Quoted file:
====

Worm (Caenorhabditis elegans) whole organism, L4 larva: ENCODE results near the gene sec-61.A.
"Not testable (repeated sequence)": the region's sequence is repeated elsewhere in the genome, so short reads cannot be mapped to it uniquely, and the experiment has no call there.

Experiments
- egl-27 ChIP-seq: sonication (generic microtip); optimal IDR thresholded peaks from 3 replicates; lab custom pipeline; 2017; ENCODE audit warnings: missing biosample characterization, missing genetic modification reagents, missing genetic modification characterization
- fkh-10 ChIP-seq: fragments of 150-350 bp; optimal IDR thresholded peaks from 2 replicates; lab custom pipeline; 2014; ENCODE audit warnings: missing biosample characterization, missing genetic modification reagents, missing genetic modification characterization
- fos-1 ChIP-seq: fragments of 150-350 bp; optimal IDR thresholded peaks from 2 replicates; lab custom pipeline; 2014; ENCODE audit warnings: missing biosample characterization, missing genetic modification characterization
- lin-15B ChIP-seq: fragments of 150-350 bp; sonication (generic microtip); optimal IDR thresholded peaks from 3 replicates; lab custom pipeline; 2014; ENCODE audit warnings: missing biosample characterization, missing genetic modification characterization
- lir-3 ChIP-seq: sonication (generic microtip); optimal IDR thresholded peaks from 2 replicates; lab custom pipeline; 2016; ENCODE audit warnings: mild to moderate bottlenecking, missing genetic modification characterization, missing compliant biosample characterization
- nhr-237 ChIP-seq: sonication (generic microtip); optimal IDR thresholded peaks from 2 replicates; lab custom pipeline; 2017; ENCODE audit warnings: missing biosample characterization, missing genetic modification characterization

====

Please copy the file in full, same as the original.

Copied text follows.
Worm (Caenorhabditis elegans) whole organism, L4 larva: ENCODE results near the gene sec-61.A.
"Not testable (repeated sequence)": the region's sequence is repeated elsewhere in the genome, so short reads cannot be mapped to it uniquely, and the experiment has no call there.

Experiments
- egl-27 ChIP-seq: sonication (generic microtip); optimal IDR thresholded peaks from 3 replicates; lab custom pipeline; 2017; ENCODE audit warnings: missing biosample characterization, missing genetic modification reagents, missing genetic modification characterization
- fkh-10 ChIP-seq: fragments of 150-350 bp; optimal IDR thresholded peaks from 2 replicates; lab custom pipeline; 2014; ENCODE audit warnings: missing biosample characterization, missing genetic modification reagents, missing genetic modification characterization
- fos-1 ChIP-seq: fragments of 150-350 bp; optimal IDR thresholded peaks from 2 replicates; lab custom pipeline; 2014; ENCODE audit warnings: missing biosample characterization, missing genetic modification characterization
- lin-15B ChIP-seq: fragments of 150-350 bp; sonication (generic microtip); optimal IDR thresholded peaks from 3 replicates; lab custom pipeline; 2014; ENCODE audit warnings: missing biosample characterization, missing genetic modification characterization
- lir-3 ChIP-seq: sonication (generic microtip); optimal IDR thresholded peaks from 2 replicates; lab custom pipeline; 2016; ENCODE audit warnings: mild to moderate bottlenecking, missing genetic modification characterization, missing compliant biosample characterization
- nhr-237 ChIP-seq: sonication (generic microtip); optimal IDR thresholded peaks from 2 replicates; lab custom pipeline; 2017; ENCODE audit warnings: missing biosample characterization, missing genetic modification characterization